Review: Fortitude (S1 E11/11), Thursday 9th April, Sky Atlantic

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Endings can be tricky. Especially those to series whose host broadcaster has already announced that a second series is in the offing. This normally means, unless it’s an anthology, that the series finale will be used as nothing more than a bridge to set things up for the next season. Fortitude, which has been intriguing and (mostly) excellent throughout its debut run fell into this trap, and even then came up short. It was neither a satisfactory ending nor a bridge episode to the next season. So what exactly was it?

Finales should, at least, tie a few things up before they look ahead to the next series. But this final episode sort of hithered and thithered and went by in a flash, revealing a few things but ending so suddenly and strangely it felt like nothing of a muchness.

It started promisingly enough. Vincent, trapped inside a hospital room full of regurgitated wasps, had slumped, stung and bitten raw by these presumably deadly things. In a scene redolent of the ending from Star Trek: The Wrath Of Khan, where Spock was trapped, dying, inside a room flooded with radiation, Natalie rushed to the window unable to help her colleague. The scene ended with Vincent setting alight a gas valve.

Natalie, with Vincent now in an isolation room nursing nasty burns and waiting to see if he had been infected, had found that the wasps were of an ancient, parasitic variety, who lay eggs in their host and devoured them from the inside out. During this gestation period they sent their host insane, making them desperate to unload the eggs within them to another host.

Strange Markus made an unexpected return to the fore, when he (pointlessly) made a trip to the hospital to engage Natalie in conversation. When she told him that the wasps had been recorded by Darwin as things so hideous that he doubted that a good God could have created them, he scoffed and took umbrage with the science saying: “It is not the wasps that make us doubt the existence of a benevolent God, it is us, his children.”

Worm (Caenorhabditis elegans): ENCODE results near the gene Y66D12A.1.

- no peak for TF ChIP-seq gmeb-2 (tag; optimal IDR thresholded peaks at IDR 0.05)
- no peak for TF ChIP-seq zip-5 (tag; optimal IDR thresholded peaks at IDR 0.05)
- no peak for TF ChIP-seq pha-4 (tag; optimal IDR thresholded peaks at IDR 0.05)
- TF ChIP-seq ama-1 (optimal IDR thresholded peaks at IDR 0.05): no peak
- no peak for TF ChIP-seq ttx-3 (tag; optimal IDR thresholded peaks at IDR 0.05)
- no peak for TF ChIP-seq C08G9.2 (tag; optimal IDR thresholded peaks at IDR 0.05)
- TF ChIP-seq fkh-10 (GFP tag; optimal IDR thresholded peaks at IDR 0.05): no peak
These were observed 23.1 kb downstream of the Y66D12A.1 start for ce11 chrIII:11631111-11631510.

And this, to me, was the whole point of Fortitude in a sentence. In that moment it revealed itself as an environmental horror story, where humans have, in their lust for commerce and profit, disturbed things that have been left undisturbed for centuries and shouldn’t be disturbed. The plague was human in the making.

As the action continued, we became more aware of the consequences of this theory. Elena had become the latest to become infected and, after strangely smearing her face with jam, clubbed young Carrie Morgan in her viral reverie. Dan, bursting in on the scene, had to shoot the woman he loved.

Hildur and Dan then went about the town razing anything that had come to contact with the mammoth bones. Dan, the prideful sheriff of Fortitude, in his own way succumbing to the madness that swept through the town, trudged solemnly up to the top of a hill and watch as his town burned.

And that was it. tumblr_nkwvyqWMxT1reuldho1_500Ronnie was still locked up in the cupboard, Vincent was still in isolation, Elena was clinging onto her life, the Sweary Russian was trapped down in the putrid cavern where the mammoth bones and the virus lived… nothing resolved and ittumblr_nkwvyqWMxT1reuldho2_500 ended all so suddenly and with a bit of a whimper.

Which is a shame because Fortitude has been a fine series. It started off like a western, then a murder mystery and a tumblr_nkwvyqWMxT1reuldho4_500procedural and then took a turn for the dark and moved into horror territory. It was skilfully written, acted and directed, managing to keep us guessing and keep the story moving and evolving right until this final episode.